Three years ago, when the banks took down our economy—and people’s homes, savings and lives with it—we wondered, Why aren’t more people out in the streets?
When the banksters were bailed out with no strings attached—no foreclosure relief, no megabank breakups, no controls on exorbitant salaries—we wondered, Why aren’t more people out in the streets?
And finally when those same corporations returned to record profits but hoarded the cash, keeping credit frozen and jobs scarce—we wondered, What will it take for people far and wide to hit the streets?
It took Occupy Wall Street.
The occupation in downtown New York began with shamefully little and mostly derisive media coverage. But now the pundits, the Democratic Party and the guardians of the wealthy elite are scrambling to keep up with it, make sense of it, challenge it, co-opt it.
They can’t. It’s an exploding star—gathering energy in enormous and potent quantities, and bursting outward to all corners of the country. Occupy Wall Street is now in over 1,400 cities and counting, each grassroots operation reflecting the local culture of protest.
Check out these encampments:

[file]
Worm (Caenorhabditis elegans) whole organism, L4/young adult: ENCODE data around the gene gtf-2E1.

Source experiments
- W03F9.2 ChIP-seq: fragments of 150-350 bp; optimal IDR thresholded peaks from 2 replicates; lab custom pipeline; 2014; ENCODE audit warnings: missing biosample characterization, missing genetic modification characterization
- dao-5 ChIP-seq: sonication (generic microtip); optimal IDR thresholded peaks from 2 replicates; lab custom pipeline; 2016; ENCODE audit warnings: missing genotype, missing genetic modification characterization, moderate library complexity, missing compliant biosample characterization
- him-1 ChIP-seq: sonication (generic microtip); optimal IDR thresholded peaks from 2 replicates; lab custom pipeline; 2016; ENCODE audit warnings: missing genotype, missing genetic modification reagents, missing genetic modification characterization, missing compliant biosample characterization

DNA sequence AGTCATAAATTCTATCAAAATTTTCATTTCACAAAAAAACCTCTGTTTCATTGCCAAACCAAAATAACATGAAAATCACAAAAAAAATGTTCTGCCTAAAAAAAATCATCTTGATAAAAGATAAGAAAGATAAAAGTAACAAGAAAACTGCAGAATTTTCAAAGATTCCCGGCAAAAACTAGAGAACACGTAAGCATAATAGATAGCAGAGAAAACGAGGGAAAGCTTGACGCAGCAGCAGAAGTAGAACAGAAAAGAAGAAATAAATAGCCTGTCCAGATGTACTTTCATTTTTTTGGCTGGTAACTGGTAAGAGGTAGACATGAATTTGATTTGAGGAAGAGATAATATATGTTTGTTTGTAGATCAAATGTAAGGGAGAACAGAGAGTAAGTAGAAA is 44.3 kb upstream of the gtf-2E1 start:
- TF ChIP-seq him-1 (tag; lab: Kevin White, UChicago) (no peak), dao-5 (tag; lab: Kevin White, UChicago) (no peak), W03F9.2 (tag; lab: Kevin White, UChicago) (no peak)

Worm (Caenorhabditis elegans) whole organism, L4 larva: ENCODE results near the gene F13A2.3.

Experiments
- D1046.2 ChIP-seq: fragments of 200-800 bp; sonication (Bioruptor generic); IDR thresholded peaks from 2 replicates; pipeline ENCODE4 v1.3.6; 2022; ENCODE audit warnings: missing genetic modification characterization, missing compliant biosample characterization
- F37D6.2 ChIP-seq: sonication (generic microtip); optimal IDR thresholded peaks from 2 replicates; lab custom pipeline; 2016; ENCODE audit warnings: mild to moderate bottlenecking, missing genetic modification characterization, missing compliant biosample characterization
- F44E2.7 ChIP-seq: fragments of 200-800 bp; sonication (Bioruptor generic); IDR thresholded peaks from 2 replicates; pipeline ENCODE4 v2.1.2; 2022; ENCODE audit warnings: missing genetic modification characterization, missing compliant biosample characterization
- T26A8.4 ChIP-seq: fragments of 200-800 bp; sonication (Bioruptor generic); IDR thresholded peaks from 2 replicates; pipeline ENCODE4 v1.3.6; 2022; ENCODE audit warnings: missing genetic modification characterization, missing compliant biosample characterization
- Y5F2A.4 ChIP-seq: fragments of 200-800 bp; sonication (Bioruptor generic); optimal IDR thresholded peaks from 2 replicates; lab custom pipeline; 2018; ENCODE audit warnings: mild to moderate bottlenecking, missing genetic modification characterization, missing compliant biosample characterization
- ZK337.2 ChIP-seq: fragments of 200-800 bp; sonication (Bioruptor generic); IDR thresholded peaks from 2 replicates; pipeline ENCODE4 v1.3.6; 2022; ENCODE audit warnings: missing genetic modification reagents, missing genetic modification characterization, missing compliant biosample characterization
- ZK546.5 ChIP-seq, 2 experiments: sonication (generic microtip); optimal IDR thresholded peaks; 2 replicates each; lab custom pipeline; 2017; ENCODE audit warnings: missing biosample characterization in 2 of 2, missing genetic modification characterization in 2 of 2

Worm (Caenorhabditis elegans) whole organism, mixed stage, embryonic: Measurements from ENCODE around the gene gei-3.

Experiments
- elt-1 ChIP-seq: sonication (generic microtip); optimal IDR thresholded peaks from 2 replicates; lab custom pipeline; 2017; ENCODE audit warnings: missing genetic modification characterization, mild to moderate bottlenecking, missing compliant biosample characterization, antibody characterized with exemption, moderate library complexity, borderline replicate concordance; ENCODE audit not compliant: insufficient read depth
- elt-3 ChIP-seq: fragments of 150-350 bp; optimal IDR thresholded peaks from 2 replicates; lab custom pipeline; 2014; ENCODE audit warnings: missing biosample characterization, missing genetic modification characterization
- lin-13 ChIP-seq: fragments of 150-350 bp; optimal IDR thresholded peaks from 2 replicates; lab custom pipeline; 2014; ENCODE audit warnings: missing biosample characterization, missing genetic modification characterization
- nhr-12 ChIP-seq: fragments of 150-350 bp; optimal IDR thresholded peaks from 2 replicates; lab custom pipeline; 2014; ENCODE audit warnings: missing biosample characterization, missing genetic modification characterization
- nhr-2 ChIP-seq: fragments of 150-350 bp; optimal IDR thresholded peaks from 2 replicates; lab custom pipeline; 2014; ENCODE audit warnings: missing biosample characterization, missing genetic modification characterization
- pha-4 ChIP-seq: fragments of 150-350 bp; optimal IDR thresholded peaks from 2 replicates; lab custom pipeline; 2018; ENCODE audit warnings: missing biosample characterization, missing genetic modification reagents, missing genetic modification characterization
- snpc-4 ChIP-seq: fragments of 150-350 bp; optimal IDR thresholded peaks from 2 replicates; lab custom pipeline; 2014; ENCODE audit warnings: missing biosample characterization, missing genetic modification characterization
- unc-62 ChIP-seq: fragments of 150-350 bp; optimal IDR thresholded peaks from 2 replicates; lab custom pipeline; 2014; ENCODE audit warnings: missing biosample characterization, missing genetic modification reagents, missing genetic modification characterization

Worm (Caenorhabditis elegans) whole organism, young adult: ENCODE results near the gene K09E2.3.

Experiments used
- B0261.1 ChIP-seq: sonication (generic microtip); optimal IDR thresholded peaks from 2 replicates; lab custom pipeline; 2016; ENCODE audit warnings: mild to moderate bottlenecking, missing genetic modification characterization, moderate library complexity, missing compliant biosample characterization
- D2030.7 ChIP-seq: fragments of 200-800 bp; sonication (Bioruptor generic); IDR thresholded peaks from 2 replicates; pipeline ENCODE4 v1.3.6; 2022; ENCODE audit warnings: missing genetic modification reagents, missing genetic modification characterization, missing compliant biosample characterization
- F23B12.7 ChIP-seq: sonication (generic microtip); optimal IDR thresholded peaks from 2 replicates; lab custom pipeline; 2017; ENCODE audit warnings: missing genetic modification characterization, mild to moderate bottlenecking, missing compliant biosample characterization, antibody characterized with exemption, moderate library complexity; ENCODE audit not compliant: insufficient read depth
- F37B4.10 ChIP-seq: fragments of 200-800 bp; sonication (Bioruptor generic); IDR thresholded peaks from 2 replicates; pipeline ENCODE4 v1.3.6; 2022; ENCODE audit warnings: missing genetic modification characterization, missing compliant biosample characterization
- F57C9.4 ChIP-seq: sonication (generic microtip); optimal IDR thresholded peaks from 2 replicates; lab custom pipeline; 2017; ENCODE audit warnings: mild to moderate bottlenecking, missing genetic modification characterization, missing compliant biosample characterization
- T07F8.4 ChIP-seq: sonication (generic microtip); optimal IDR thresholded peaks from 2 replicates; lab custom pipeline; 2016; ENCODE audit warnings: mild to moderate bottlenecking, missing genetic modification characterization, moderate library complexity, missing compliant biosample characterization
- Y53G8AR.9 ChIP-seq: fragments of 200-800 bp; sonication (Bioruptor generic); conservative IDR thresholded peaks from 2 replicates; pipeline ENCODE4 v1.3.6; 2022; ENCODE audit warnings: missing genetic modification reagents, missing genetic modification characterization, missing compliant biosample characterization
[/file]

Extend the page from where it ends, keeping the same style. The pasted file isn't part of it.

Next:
Occupy Salt Lake City
The Occupy Salt Lake City Facebook page has 8,273 members, and the Salt Lake Tribune reports that the number of tents in Pioneer Park has increased from twenty on Friday to sixty-seven as of Monday. The total number of people in the camp was about 150, with the count tripling during daytime demonstrations. Organizers are preparing for a major event on Friday that will include visits from elected officials, speeches from protestors, music and a march.
Occupy SLC marches twice a day—at noon and 6 pm—and then holds its general assembly at 7:30 every evening. They feed homeless people at the camp kitchen, offer a “Free School” to educate people on current issues and have established “a sacred space to worship, meditate and unwind.”
In Austin, hundreds of protesters have maintained a twenty-four-hour-a-day vigil at City Hall and demonstrations have drawn as many as 1,300 people.
Occupy Austin’s General Assembly has laid out goals and demands that include: eliminating corporate personhood and limiting monetary campaign contributions; effective reforms to prevent banks and financial institutions from causing future economic crises (think Volcker rule, for example, or breaking up TBTF banks); and tax reforms to ensure that corporations and the wealthy pay their fair share.